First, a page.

Look at this tweet:
*movie trailer voice* In a world where the new Firefox drops tomorrow . . . you should definitely read this today. https://t.co/fBTO30U6oF
— Firefox 🔥 (@firefox) November 13, 2017
With Mozilla’s Firefox Quantum release scheduled for today (US time), users are already posting Mozilla vs Chrome test results.
In October 2016, Firefox announced the ambitious Quantum Project to build the next generation browser. Among the things that were announced, what caught my attention was how Mozilla was switching to vector graphics in order to build a clean, modern UI that will look great on any OS and any screen. Mozilla designers joined hands with front-end engineers at every level of the software to make it smooth, responsive, and performance- focussed.
Quantum is a major rewrite of Firefox’s internals to make Firefox faster than it is. There is a new CSS engine called Quantum CSS, written in Mozilla’s Rust programming language.
A cleaner, minimal, faster re-imagining of the browser took me down the memory lane and reminded me of another browser release several years ago — Google Chrome.
It would be wrong to say that I am biased towards any one of the popular browsers. I am, in fact, typing this on a Safari browser that just happens to work well with a Macbook Air. However, in an ecosystem-agnostic environment, browsers have struggled to compete as there has always been one of them with more than 65 percent market share around the world.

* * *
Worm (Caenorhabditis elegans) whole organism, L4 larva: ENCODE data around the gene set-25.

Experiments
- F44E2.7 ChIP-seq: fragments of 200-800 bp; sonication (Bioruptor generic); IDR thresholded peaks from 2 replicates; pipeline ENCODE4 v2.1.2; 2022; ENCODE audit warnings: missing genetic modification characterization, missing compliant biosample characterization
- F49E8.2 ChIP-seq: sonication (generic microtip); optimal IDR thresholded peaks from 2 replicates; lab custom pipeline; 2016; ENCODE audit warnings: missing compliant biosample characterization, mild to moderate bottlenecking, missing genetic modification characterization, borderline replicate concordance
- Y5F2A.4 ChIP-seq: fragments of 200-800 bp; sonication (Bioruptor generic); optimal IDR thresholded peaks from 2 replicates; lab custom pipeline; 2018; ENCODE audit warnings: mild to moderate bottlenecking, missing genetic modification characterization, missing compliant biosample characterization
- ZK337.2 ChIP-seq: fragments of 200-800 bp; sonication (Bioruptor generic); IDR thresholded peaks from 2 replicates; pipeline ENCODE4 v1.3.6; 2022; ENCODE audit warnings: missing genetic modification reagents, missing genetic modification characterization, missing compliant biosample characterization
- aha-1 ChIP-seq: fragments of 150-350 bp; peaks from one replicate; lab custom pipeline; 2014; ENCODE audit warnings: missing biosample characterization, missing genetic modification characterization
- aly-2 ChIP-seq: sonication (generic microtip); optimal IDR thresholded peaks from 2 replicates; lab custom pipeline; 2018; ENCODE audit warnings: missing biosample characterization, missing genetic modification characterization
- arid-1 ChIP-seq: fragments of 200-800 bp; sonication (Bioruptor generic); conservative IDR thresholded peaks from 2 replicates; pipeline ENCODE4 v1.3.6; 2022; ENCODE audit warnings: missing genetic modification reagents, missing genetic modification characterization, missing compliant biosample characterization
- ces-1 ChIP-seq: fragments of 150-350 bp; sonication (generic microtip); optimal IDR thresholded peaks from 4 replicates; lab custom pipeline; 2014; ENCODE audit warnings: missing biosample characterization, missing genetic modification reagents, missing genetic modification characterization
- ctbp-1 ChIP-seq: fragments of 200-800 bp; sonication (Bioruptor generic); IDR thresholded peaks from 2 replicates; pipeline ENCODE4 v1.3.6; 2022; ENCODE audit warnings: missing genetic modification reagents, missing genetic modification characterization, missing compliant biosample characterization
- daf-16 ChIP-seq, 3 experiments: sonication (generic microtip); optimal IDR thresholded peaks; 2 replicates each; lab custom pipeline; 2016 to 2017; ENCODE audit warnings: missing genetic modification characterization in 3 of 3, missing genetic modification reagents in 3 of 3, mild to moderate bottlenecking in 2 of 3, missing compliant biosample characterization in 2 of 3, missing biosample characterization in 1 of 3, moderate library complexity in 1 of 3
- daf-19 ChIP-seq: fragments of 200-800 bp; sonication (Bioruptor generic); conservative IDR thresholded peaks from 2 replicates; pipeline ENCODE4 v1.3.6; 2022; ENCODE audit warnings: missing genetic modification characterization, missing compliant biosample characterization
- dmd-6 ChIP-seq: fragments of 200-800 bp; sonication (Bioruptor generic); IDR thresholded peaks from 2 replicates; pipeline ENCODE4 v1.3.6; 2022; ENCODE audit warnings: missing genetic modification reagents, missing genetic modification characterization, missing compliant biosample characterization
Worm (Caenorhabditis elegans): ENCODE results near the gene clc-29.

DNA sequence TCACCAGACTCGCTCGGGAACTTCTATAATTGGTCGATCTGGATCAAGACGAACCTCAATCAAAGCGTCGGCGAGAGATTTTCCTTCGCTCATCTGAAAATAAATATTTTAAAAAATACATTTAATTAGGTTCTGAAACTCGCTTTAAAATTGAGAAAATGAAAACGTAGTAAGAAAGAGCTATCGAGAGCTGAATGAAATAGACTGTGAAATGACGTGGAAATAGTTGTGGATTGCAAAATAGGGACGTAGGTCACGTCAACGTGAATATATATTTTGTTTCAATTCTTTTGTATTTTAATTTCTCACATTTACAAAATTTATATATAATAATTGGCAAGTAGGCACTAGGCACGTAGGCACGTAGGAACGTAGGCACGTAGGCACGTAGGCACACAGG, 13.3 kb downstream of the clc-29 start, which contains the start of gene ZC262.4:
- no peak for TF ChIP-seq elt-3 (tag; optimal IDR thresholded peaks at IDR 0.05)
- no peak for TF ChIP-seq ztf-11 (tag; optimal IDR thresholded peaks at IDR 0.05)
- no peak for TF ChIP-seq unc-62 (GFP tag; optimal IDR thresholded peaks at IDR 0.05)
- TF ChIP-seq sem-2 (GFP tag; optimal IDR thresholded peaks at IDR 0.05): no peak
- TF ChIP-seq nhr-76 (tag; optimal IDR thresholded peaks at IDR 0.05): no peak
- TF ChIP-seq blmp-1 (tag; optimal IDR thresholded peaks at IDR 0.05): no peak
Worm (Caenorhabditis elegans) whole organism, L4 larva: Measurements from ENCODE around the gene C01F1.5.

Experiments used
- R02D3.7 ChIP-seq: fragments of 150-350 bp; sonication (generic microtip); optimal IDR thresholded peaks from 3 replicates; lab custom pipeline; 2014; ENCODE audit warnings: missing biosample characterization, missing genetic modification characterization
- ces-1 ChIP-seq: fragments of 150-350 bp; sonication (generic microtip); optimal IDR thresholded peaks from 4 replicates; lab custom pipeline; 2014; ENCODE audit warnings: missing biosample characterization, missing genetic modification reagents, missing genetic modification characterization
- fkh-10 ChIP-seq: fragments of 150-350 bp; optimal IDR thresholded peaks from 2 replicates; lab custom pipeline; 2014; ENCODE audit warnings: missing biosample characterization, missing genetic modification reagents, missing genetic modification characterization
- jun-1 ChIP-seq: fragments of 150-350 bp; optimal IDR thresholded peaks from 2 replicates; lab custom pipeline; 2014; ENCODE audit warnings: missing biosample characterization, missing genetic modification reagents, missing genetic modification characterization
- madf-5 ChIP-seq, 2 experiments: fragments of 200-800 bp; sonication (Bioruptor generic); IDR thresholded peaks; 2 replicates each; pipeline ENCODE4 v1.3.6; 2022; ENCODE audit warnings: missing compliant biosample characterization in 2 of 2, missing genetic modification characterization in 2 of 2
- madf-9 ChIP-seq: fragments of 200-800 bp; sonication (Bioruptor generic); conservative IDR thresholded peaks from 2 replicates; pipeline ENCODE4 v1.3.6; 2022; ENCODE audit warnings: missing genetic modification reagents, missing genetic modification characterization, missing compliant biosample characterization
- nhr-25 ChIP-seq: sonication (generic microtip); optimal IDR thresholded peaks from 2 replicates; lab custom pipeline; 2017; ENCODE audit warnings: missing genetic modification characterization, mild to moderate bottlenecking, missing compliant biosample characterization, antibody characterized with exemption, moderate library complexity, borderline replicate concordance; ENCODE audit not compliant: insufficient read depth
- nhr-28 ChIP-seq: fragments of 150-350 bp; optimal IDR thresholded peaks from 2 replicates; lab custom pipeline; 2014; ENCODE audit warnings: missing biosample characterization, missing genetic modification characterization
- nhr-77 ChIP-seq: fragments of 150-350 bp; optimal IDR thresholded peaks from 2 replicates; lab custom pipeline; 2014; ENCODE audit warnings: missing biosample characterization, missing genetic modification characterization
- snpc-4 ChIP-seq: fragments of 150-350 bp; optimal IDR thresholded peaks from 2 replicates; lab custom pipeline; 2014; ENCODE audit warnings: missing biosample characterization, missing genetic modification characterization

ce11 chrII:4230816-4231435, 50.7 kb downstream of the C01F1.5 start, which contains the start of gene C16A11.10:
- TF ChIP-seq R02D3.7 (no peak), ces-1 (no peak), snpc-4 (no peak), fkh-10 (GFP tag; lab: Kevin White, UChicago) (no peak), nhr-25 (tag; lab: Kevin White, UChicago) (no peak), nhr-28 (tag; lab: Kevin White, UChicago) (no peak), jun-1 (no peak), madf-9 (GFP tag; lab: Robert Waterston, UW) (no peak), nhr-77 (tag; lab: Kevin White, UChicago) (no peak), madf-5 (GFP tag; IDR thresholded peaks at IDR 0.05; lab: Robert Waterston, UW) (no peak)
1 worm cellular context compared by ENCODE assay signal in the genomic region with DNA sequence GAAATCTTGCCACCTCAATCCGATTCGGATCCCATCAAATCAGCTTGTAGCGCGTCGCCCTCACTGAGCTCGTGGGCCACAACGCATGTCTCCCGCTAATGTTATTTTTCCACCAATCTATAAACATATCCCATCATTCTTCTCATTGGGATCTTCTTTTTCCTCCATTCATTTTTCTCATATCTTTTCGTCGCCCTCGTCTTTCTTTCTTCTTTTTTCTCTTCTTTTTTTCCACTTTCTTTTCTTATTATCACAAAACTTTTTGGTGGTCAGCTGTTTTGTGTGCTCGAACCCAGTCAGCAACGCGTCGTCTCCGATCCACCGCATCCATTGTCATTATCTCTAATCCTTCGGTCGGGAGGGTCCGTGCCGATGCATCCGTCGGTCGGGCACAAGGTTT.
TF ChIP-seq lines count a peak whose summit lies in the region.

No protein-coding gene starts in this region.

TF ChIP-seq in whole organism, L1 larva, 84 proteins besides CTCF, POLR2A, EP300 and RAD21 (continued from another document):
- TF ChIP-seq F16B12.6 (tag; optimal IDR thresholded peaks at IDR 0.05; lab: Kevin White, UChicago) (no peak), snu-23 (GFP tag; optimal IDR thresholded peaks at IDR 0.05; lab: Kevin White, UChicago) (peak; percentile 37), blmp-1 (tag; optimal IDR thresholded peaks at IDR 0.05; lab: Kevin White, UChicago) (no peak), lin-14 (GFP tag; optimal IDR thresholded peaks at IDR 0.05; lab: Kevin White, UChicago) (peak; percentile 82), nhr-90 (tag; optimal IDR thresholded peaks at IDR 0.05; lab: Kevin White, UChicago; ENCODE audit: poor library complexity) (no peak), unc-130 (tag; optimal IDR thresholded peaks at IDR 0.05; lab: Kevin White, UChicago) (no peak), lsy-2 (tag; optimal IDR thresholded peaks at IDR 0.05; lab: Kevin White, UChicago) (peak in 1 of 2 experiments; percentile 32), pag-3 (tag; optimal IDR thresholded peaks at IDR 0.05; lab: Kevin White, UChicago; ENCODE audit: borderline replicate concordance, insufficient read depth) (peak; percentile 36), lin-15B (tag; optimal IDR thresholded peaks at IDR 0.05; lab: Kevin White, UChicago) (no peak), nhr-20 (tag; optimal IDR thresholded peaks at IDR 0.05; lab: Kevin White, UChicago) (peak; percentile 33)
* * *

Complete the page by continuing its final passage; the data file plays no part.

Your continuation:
Although the main reason for Chrome’s popularity is the immense number of extensions that developers all over the world have rewarded it with, this is not the reason why it attracted popularity at first.
How did Google Chrome win it?
No, it was not minimalism. Yes, Chrome was cleaner and more noise-free than Internet Explorer at the time – but so was Opera Mini. Chrome did have a superior rendering engine too, but it was only a matter of time before other browsers caught up with it as well.
In Google Chrome’s case timing was everything.
Google Chrome, the clean, minimal, noiseless browser was launched in 2008. It was a time when we were all getting introduced to and moving on to web-apps. Suddenly we were all comfortable with Google’s web apps like Gmail, Calendar, and their integration with Chrome was stellar.
But Google Chrome has a dark side.
Chrome is notorious for sucking out the lifeblood of your machine. Although we do not feel it much because everyone is rocking a multi-core these days, the real punches are felt when your processor resources are limited. There is no tab prioritization and all processes go parallel, choking up your RAM.
How does Firefox Quantum Fix this?
With its new CSS engine, Firefox Quantum is capable of working in parallel across multiple cores, thereby lessening the resource dependency on each individual core. You can get to know more about Quantum CSS here. Firefox Quantum also prioritises tabs based on the order in which they are used. So tabs that you are working on at the moment will be prioritised for resources, which is good for you as well as your computer.
Even if you are a die-hard Google Chrome fan, you’ve got to try this one out at least once.
Get your hands on the new browser here.